Climate change could be the cause of heavy rainfall

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Are the heavy rains recorded on the planet Earth caused by climate change or is there a correlation between heavy rains and climate change? Difficult to answer in the affirmative or negation. But the most "trumtracks" will surely tell you that no. It is also difficult to put on the account of bad luck or pure chance the climatic "quirks" that the planet has known in recent years.

In the opinion of the German researchers of the Postdam Institute for climate reasearch impact, the climatic disruption causes an alteration of the African monsoon, predicting that the Centre of Mali could receive as much rain as the North of Cameroon or the center of Nigeria, which are characterised by a tropical climate. According to one researcher, "the magnitude of change requires urgent attention." Much more water can be stored in the atmosphere when temperatures rise, and this extra moisture can be released during heavy short-term precipitation.

In their attempt to assess the trend, researchers from the Potsdam Institute for climate research (PIK) relied on a statistical analysis of rainfall data between 1901 and 2010, from thousands of weather stations to around the world. Main conclusion: between 1980 and 2010, there were 12% more extreme events than in a stationary climate (i.e. without climate warming).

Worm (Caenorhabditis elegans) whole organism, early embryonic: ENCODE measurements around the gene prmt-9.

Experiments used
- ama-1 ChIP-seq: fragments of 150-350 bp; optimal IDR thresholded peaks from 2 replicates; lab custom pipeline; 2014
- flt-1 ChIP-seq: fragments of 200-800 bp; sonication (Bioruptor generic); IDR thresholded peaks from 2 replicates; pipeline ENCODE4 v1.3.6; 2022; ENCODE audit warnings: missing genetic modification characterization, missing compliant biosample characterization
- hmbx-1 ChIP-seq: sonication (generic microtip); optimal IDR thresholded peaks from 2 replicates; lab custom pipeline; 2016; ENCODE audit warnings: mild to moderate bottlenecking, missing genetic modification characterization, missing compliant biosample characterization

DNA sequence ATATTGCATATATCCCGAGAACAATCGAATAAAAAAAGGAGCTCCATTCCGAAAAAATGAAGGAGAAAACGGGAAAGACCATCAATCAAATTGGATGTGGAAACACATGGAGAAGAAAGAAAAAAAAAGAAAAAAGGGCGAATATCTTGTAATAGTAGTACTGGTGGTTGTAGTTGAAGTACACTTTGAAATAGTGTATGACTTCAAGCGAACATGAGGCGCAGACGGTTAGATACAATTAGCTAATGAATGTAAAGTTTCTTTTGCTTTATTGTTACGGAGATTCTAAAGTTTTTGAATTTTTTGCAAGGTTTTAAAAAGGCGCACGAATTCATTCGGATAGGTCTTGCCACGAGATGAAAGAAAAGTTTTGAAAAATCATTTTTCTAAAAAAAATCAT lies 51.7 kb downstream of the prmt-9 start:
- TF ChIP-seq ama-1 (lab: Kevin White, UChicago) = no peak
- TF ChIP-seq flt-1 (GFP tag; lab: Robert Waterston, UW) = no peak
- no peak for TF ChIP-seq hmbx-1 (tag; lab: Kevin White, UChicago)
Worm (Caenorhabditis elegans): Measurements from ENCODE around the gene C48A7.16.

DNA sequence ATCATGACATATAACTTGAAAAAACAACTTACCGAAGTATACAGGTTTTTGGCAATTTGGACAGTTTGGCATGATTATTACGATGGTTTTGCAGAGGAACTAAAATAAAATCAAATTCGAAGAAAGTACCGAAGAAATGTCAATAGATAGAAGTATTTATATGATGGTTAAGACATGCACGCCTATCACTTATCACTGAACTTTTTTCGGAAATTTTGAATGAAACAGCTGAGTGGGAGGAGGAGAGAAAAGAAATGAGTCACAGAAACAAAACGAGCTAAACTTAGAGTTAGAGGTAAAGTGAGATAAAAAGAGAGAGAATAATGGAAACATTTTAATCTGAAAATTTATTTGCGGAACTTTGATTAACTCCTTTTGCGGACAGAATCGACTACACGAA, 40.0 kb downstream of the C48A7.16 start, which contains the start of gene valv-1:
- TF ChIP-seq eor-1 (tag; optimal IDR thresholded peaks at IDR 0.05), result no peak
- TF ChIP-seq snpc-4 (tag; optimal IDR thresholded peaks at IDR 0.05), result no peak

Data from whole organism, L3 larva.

They report that Mali-Météo, in its forecasts from June to September 2018, had already alerted to the risk of flooding. Ensuring that it is associated with both overflowing streams and intense rains, the structure in charge of meteorological issues had made a number of recommendations. It states that this year's rains have already exceeded those recorded in 2017, when it still remains four months before the end of 2018.

It is now difficult for the experts to predict with certainty the rainfall conditions. "Climate change creates a temperature upheaval. The expected water figure is sometimes higher or lower than expected. We are sometimes surprised, explains Jean Paul Tchapebong, 2nd Vice-President of climates-Mali.

All responsible

"We are the first players in climate change. It is true that there are natural phenomena, but first we are responsible for them, "accuses Tchapebong. It calls for an awareness of the population in order to "contain" the phenomenon. "It is during the onset of disasters, with the claims that it generates, that people realize that things are not turning out the way they should," he concludes.

Moctar FICOU/VivAfrik

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